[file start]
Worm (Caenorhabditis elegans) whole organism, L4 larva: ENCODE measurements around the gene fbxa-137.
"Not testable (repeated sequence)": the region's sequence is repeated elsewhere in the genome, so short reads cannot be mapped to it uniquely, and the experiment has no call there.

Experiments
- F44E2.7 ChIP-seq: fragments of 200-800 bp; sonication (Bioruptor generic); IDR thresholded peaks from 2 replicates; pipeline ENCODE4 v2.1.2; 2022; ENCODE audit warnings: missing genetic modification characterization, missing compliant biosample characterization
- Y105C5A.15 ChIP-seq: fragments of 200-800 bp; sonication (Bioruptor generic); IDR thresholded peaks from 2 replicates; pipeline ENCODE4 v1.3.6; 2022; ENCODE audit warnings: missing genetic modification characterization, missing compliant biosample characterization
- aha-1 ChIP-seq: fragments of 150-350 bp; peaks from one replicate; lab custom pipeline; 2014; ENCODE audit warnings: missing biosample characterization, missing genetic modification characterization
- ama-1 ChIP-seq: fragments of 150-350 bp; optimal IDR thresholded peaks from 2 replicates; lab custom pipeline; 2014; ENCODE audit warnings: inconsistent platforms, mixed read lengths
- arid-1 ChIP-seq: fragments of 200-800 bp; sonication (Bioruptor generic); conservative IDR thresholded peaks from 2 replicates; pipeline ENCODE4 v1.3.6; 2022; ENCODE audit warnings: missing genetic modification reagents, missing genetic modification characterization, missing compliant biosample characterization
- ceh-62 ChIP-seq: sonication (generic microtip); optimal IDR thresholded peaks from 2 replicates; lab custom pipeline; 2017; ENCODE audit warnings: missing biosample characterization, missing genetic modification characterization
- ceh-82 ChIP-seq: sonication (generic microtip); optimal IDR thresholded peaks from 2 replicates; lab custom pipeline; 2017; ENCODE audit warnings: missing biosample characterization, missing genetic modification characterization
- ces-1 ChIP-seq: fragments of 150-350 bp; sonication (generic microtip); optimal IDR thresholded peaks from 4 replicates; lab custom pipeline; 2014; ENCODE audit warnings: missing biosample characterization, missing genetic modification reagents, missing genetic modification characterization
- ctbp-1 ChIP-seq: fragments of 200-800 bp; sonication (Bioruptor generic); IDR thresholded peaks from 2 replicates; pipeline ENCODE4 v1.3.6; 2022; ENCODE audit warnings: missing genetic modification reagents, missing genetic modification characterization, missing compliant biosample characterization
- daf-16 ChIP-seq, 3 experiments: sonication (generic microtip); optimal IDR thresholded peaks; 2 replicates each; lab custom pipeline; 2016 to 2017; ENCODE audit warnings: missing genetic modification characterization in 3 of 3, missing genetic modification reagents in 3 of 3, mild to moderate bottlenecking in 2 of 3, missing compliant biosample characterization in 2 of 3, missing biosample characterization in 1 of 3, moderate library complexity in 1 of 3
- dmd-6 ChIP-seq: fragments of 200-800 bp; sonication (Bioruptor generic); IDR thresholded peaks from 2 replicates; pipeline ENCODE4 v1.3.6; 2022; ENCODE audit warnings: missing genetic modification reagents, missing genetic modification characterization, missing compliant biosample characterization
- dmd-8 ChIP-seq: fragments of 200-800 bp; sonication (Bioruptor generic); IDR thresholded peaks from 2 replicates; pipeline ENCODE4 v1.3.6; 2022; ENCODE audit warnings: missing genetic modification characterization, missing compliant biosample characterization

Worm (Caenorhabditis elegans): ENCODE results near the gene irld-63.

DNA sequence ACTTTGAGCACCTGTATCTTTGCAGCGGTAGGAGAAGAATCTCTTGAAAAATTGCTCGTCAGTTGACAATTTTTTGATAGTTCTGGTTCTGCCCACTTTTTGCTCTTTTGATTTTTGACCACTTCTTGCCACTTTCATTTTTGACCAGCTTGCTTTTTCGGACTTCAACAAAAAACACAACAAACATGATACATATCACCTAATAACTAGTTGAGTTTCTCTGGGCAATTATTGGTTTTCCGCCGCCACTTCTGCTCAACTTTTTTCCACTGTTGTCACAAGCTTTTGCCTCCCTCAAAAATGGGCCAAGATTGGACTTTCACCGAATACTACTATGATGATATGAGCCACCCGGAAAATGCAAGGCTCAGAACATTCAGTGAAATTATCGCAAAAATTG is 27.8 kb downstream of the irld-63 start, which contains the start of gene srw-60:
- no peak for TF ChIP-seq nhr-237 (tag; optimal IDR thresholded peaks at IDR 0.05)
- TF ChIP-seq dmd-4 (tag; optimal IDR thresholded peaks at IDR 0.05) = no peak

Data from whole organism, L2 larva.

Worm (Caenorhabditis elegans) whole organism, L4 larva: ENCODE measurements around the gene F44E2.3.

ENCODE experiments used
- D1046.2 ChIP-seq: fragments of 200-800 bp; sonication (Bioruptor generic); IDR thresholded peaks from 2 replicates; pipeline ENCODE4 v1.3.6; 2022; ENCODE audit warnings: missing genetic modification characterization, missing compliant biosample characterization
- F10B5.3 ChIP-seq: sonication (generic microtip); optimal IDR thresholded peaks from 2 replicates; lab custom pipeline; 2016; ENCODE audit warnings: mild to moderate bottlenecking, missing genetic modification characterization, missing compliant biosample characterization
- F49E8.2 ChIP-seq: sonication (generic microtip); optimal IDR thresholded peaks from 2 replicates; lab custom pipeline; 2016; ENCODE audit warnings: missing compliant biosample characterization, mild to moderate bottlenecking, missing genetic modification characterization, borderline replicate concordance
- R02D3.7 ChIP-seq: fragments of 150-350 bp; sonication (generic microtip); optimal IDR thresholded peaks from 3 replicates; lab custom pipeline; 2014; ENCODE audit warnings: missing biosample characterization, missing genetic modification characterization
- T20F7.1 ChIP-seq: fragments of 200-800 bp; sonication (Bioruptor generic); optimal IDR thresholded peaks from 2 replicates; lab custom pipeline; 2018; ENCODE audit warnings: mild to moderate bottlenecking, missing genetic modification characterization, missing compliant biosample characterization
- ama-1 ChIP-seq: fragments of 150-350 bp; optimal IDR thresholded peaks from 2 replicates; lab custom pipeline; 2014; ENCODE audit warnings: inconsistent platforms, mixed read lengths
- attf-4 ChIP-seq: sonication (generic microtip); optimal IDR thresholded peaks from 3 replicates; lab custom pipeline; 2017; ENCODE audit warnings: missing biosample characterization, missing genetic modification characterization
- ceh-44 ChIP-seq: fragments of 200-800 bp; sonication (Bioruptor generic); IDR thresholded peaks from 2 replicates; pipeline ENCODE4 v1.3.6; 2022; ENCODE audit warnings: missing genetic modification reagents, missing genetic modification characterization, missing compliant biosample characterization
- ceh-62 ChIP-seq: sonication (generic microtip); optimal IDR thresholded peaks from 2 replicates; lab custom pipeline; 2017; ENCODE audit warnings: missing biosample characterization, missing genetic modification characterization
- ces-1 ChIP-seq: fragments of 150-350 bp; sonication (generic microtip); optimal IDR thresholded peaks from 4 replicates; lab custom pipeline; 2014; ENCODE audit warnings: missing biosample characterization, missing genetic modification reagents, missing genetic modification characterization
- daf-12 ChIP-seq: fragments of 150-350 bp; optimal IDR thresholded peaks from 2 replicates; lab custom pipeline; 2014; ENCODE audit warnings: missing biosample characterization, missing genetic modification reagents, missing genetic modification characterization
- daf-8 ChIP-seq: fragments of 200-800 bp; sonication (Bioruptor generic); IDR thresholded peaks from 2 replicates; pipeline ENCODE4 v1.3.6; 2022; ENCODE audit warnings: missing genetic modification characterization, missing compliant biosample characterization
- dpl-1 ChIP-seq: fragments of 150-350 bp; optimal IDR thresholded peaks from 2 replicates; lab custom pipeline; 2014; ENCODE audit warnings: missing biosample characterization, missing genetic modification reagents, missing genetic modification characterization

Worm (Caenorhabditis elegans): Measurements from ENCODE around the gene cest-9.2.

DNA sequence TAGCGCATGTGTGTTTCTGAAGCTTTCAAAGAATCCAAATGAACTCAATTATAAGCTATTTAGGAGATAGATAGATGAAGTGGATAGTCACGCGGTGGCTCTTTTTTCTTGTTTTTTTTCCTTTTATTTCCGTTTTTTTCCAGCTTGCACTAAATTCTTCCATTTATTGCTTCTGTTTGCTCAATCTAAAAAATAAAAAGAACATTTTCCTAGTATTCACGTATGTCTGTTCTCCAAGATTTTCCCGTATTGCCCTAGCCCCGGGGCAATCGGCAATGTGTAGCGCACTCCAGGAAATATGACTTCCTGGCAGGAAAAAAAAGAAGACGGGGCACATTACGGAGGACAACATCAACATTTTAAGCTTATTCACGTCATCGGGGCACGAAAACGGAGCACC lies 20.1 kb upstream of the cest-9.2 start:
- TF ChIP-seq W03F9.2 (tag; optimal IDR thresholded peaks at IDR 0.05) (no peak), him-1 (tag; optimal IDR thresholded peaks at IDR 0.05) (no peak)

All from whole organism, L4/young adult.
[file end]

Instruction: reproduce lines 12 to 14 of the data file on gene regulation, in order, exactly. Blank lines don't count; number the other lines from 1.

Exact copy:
- ctbp-1 ChIP-seq: fragments of 200-800 bp; sonication (Bioruptor generic); IDR thresholded peaks from 2 replicates; pipeline ENCODE4 v1.3.6; 2022; ENCODE audit warnings: missing genetic modification reagents, missing genetic modification characterization, missing compliant biosample characterization
- daf-16 ChIP-seq, 3 experiments: sonication (generic microtip); optimal IDR thresholded peaks; 2 replicates each; lab custom pipeline; 2016 to 2017; ENCODE audit warnings: missing genetic modification characterization in 3 of 3, missing genetic modification reagents in 3 of 3, mild to moderate bottlenecking in 2 of 3, missing compliant biosample characterization in 2 of 3, missing biosample characterization in 1 of 3, moderate library complexity in 1 of 3
- dmd-6 ChIP-seq: fragments of 200-800 bp; sonication (Bioruptor generic); IDR thresholded peaks from 2 replicates; pipeline ENCODE4 v1.3.6; 2022; ENCODE audit warnings: missing genetic modification reagents, missing genetic modification characterization, missing compliant biosample characterization